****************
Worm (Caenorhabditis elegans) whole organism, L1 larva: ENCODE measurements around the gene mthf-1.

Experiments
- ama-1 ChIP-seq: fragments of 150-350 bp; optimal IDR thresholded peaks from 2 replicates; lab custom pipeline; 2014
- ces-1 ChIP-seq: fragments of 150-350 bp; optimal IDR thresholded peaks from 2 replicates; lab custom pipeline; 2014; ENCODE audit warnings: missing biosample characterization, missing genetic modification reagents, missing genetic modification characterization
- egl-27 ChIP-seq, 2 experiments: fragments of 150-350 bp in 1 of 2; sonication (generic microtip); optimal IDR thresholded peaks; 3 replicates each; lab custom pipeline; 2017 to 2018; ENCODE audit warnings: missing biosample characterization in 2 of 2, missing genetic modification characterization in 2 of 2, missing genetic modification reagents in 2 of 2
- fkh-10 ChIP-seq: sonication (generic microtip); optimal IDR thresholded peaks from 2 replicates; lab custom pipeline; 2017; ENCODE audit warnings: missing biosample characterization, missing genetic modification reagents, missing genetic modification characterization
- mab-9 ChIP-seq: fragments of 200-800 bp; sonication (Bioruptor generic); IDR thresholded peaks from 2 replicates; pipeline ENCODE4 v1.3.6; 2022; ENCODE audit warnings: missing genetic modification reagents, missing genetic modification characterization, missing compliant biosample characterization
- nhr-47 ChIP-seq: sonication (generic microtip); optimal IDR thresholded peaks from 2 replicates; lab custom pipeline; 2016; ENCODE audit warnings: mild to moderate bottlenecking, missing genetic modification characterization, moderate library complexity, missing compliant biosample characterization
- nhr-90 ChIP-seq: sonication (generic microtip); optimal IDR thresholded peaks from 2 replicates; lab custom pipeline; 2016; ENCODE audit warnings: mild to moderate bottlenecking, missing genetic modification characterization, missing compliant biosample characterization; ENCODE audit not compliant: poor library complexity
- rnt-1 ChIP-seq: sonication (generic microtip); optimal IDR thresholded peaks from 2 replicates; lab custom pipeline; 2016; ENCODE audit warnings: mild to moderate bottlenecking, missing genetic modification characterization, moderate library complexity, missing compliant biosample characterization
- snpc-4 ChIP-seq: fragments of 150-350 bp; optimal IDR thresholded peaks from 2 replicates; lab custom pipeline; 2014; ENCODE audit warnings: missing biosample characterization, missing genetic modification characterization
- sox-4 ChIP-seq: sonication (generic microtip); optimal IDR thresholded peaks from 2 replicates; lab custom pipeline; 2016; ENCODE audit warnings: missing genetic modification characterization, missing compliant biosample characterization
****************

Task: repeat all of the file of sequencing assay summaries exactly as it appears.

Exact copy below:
Worm (Caenorhabditis elegans) whole organism, L1 larva: ENCODE measurements around the gene mthf-1.

Experiments
- ama-1 ChIP-seq: fragments of 150-350 bp; optimal IDR thresholded peaks from 2 replicates; lab custom pipeline; 2014
- ces-1 ChIP-seq: fragments of 150-350 bp; optimal IDR thresholded peaks from 2 replicates; lab custom pipeline; 2014; ENCODE audit warnings: missing biosample characterization, missing genetic modification reagents, missing genetic modification characterization
- egl-27 ChIP-seq, 2 experiments: fragments of 150-350 bp in 1 of 2; sonication (generic microtip); optimal IDR thresholded peaks; 3 replicates each; lab custom pipeline; 2017 to 2018; ENCODE audit warnings: missing biosample characterization in 2 of 2, missing genetic modification characterization in 2 of 2, missing genetic modification reagents in 2 of 2
- fkh-10 ChIP-seq: sonication (generic microtip); optimal IDR thresholded peaks from 2 replicates; lab custom pipeline; 2017; ENCODE audit warnings: missing biosample characterization, missing genetic modification reagents, missing genetic modification characterization
- mab-9 ChIP-seq: fragments of 200-800 bp; sonication (Bioruptor generic); IDR thresholded peaks from 2 replicates; pipeline ENCODE4 v1.3.6; 2022; ENCODE audit warnings: missing genetic modification reagents, missing genetic modification characterization, missing compliant biosample characterization
- nhr-47 ChIP-seq: sonication (generic microtip); optimal IDR thresholded peaks from 2 replicates; lab custom pipeline; 2016; ENCODE audit warnings: mild to moderate bottlenecking, missing genetic modification characterization, moderate library complexity, missing compliant biosample characterization
- nhr-90 ChIP-seq: sonication (generic microtip); optimal IDR thresholded peaks from 2 replicates; lab custom pipeline; 2016; ENCODE audit warnings: mild to moderate bottlenecking, missing genetic modification characterization, missing compliant biosample characterization; ENCODE audit not compliant: poor library complexity
- rnt-1 ChIP-seq: sonication (generic microtip); optimal IDR thresholded peaks from 2 replicates; lab custom pipeline; 2016; ENCODE audit warnings: mild to moderate bottlenecking, missing genetic modification characterization, moderate library complexity, missing compliant biosample characterization
- snpc-4 ChIP-seq: fragments of 150-350 bp; optimal IDR thresholded peaks from 2 replicates; lab custom pipeline; 2014; ENCODE audit warnings: missing biosample characterization, missing genetic modification characterization
- sox-4 ChIP-seq: sonication (generic microtip); optimal IDR thresholded peaks from 2 replicates; lab custom pipeline; 2016; ENCODE audit warnings: missing genetic modification characterization, missing compliant biosample characterization